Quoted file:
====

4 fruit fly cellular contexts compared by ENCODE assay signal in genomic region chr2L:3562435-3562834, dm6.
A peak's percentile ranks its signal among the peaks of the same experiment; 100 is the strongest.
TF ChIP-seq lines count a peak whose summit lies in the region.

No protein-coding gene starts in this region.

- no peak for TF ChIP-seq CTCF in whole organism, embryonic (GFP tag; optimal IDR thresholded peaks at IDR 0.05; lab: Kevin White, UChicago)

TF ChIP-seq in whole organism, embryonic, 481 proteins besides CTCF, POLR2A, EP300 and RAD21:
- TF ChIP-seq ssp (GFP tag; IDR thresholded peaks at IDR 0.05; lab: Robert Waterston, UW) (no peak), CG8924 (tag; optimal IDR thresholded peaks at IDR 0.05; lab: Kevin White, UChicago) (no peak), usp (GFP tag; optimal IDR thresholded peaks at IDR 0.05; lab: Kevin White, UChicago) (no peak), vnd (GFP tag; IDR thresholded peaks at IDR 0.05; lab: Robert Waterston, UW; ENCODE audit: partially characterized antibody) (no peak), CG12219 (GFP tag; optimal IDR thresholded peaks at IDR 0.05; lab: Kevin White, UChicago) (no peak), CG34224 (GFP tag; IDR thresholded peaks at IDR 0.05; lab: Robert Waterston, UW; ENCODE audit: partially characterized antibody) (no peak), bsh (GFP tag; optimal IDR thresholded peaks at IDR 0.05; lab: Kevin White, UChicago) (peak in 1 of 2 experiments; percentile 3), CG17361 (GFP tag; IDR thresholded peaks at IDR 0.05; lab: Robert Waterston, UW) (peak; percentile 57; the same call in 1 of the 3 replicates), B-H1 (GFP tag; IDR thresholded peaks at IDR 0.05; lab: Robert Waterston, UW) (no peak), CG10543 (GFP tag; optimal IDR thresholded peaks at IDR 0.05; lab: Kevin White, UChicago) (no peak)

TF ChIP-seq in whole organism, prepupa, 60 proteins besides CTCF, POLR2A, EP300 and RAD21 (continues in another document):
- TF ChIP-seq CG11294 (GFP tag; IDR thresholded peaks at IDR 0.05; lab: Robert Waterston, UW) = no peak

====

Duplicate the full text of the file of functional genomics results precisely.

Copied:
4 fruit fly cellular contexts compared by ENCODE assay signal in genomic region chr2L:3562435-3562834, dm6.
A peak's percentile ranks its signal among the peaks of the same experiment; 100 is the strongest.
TF ChIP-seq lines count a peak whose summit lies in the region.

No protein-coding gene starts in this region.

- no peak for TF ChIP-seq CTCF in whole organism, embryonic (GFP tag; optimal IDR thresholded peaks at IDR 0.05; lab: Kevin White, UChicago)

TF ChIP-seq in whole organism, embryonic, 481 proteins besides CTCF, POLR2A, EP300 and RAD21:
- TF ChIP-seq ssp (GFP tag; IDR thresholded peaks at IDR 0.05; lab: Robert Waterston, UW) (no peak), CG8924 (tag; optimal IDR thresholded peaks at IDR 0.05; lab: Kevin White, UChicago) (no peak), usp (GFP tag; optimal IDR thresholded peaks at IDR 0.05; lab: Kevin White, UChicago) (no peak), vnd (GFP tag; IDR thresholded peaks at IDR 0.05; lab: Robert Waterston, UW; ENCODE audit: partially characterized antibody) (no peak), CG12219 (GFP tag; optimal IDR thresholded peaks at IDR 0.05; lab: Kevin White, UChicago) (no peak), CG34224 (GFP tag; IDR thresholded peaks at IDR 0.05; lab: Robert Waterston, UW; ENCODE audit: partially characterized antibody) (no peak), bsh (GFP tag; optimal IDR thresholded peaks at IDR 0.05; lab: Kevin White, UChicago) (peak in 1 of 2 experiments; percentile 3), CG17361 (GFP tag; IDR thresholded peaks at IDR 0.05; lab: Robert Waterston, UW) (peak; percentile 57; the same call in 1 of the 3 replicates), B-H1 (GFP tag; IDR thresholded peaks at IDR 0.05; lab: Robert Waterston, UW) (no peak), CG10543 (GFP tag; optimal IDR thresholded peaks at IDR 0.05; lab: Kevin White, UChicago) (no peak)

TF ChIP-seq in whole organism, prepupa, 60 proteins besides CTCF, POLR2A, EP300 and RAD21 (continues in another document):
- TF ChIP-seq CG11294 (GFP tag; IDR thresholded peaks at IDR 0.05; lab: Robert Waterston, UW) = no peak